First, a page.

June 18, 2010


Despite the safety and security risks involved, nuclear energy just might be the way to combat climate change, according to the International Energy Agency (IEA) and OECD Nuclear Energy Agency (NEA).

The two agencies unveiled a nuclear roadmap on Wednesday, declaring that nuclear energy has the potential to make a major contribution to reducing greenhouse gas emissions.

``Nuclear energy is one of the key low-carbon energy technologies that can contribute, alongside energy efficiency, renewable energies and carbon capture and storage, to the decarbonization of electricity supply by 2050,'' said Nobuo Tanaka, IEA executive director, during the East Asia Climate Forum, at the Shilla Hotel, Wednesday.

The use of nuclear energy to generate electricity started in the 1960s and grew rapidly in the 1970s and 1980s. But nuclear capacity stagnated (except for Japan and Korea), after high-profile accidents in Chernobyl and Three Mile Island exacerbated concerns about its safety and the high cost of building nuclear power plants.

The new nuclear roadmap noted that current nuclear energy technology has incorporated lessons from past experiences, plus advanced technology that enhances safety and performance.

Nuclear power is seen as a mature low-carbon technology that is ready for wider deployment around the world.

In line with the IEA scenario for a 50 percent cut in energy-related CO2 emissions by 2050, the roadmap sees nuclear capacity growing to 1,200 gigawatts electrical (GWe), providing nearly 24 percent of the world's electricity.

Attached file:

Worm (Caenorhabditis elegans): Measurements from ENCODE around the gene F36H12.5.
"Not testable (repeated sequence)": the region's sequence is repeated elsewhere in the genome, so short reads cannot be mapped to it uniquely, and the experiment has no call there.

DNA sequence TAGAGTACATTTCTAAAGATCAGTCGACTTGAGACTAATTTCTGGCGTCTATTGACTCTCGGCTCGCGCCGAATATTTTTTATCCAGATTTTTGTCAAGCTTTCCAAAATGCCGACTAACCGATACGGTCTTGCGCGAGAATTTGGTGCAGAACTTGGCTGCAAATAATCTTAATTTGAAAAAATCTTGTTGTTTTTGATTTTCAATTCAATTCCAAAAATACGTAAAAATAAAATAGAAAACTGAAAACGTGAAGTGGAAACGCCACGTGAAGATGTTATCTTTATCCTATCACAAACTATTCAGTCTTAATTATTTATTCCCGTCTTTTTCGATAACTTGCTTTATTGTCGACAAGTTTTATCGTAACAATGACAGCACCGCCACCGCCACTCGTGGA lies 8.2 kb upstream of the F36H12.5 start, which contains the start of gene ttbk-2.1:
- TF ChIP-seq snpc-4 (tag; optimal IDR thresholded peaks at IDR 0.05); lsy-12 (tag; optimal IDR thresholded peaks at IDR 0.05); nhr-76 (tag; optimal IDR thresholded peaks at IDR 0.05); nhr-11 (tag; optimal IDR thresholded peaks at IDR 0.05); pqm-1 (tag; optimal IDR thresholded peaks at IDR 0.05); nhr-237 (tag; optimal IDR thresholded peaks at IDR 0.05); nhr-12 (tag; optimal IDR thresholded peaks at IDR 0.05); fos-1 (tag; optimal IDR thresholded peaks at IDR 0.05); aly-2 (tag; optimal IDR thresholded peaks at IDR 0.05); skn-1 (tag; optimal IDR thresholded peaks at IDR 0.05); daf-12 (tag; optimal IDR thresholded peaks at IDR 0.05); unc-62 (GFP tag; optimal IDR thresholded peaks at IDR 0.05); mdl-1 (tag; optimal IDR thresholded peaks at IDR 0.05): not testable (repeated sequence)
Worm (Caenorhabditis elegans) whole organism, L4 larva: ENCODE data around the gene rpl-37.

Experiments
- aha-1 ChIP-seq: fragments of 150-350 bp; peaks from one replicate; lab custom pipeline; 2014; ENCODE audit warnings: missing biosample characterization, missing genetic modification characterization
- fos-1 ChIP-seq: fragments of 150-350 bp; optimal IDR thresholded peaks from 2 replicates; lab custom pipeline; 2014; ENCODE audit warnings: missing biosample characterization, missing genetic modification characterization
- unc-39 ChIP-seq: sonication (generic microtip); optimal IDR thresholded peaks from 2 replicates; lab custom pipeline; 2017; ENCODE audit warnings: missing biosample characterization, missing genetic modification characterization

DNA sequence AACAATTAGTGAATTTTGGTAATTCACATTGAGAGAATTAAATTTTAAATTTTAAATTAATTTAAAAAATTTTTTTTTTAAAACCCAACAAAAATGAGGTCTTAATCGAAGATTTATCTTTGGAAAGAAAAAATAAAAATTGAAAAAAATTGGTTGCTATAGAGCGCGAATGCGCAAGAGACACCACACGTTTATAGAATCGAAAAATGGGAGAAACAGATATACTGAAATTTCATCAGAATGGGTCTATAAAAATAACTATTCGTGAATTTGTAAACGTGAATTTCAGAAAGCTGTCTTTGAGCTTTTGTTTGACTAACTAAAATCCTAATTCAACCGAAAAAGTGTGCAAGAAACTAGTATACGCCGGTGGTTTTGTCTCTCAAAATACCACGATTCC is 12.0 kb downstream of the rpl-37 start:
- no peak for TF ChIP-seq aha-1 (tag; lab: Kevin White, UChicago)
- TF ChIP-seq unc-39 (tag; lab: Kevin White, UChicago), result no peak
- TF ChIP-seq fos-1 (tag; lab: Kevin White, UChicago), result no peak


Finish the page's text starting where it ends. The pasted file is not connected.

At present, nuclear generating capacity is 370 GWe, representing 14 percent of global electricity.

This ``nuclear renaissance,'' Tanaka admitted, would have to overcome numerous policy, industrial, financial and public acceptance obstacles.

First of all, political support and public acceptance are keys to a successful nuclear energy policy. Stable government policies should be established, as well as legal and regulatory frameworks.

``The government can help reduce the risk of nuclear power by providing discounts. Then it can become more competitive. If possible, it can place higher carbon prices on gas, so the prices of wind and nuclear energy would be more competitive. The government can change the competitiveness of different electricity sources by changing the carbon prices,'' Tanaka said.

One of the biggest challenges is financing. Large initial investments are needed to build nuclear power plants, which would require international collaboration. The IEA estimates a total investment of $4 trillion is necessary from 2010 to 2050 worldwide, including $893 billion in China and $883 billion in the U.S. and Canada.

Safety is also a big concern, which is why it is important to make progress in implementing plans for permanent disposal of radioactive waste.

``We need to have tight conditions on disposal of high-level wastes, non-proliferation and safety, in order to push for nuclear energy in the future,'' he said.

If more countries start using nuclear energy, there are worries that the technology and materials will be used for non-peaceful purposes. To address these concerns, the roadmap suggests more appropriate non-proliferation controls and stronger international cooperation in non-proliferation, nuclear law and physical protection of nuclear facilities and materials.

Despite these challenges, Tanaka believes the benefits of nuclear energy far outweigh the risks. ``The benefits of nuclear power are obvious _ it is very cheap and low-carbon. To achieve a low-carbon society, nuclear energy is a very important part of the solution,'' he said.

Korea has developed a strong nuclear industry, with nuclear energy accounting for about 35 percent of its total electricity as of 2009. Among OECD countries, Korea has the largest nuclear expansion underway with six units under construction as of the end of 2009.


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